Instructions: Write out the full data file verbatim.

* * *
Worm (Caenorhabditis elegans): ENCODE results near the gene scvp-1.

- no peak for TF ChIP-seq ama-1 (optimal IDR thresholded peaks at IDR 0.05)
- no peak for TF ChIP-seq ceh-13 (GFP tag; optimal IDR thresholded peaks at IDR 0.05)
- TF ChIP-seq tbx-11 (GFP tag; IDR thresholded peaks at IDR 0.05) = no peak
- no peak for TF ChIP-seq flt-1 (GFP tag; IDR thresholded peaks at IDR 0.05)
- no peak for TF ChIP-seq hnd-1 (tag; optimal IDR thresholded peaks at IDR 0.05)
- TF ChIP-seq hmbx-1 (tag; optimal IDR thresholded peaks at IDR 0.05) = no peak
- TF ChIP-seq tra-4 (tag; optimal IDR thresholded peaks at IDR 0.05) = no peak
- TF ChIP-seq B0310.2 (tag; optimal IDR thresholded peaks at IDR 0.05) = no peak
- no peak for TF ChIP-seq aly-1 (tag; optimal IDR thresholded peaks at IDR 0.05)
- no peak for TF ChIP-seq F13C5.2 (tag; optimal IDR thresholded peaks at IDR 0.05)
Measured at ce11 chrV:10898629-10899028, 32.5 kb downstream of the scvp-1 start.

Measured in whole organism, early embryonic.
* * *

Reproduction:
Worm (Caenorhabditis elegans): ENCODE results near the gene scvp-1.

- no peak for TF ChIP-seq ama-1 (optimal IDR thresholded peaks at IDR 0.05)
- no peak for TF ChIP-seq ceh-13 (GFP tag; optimal IDR thresholded peaks at IDR 0.05)
- TF ChIP-seq tbx-11 (GFP tag; IDR thresholded peaks at IDR 0.05) = no peak
- no peak for TF ChIP-seq flt-1 (GFP tag; IDR thresholded peaks at IDR 0.05)
- no peak for TF ChIP-seq hnd-1 (tag; optimal IDR thresholded peaks at IDR 0.05)
- TF ChIP-seq hmbx-1 (tag; optimal IDR thresholded peaks at IDR 0.05) = no peak
- TF ChIP-seq tra-4 (tag; optimal IDR thresholded peaks at IDR 0.05) = no peak
- TF ChIP-seq B0310.2 (tag; optimal IDR thresholded peaks at IDR 0.05) = no peak
- no peak for TF ChIP-seq aly-1 (tag; optimal IDR thresholded peaks at IDR 0.05)
- no peak for TF ChIP-seq F13C5.2 (tag; optimal IDR thresholded peaks at IDR 0.05)
Measured at ce11 chrV:10898629-10899028, 32.5 kb downstream of the scvp-1 start.

Measured in whole organism, early embryonic.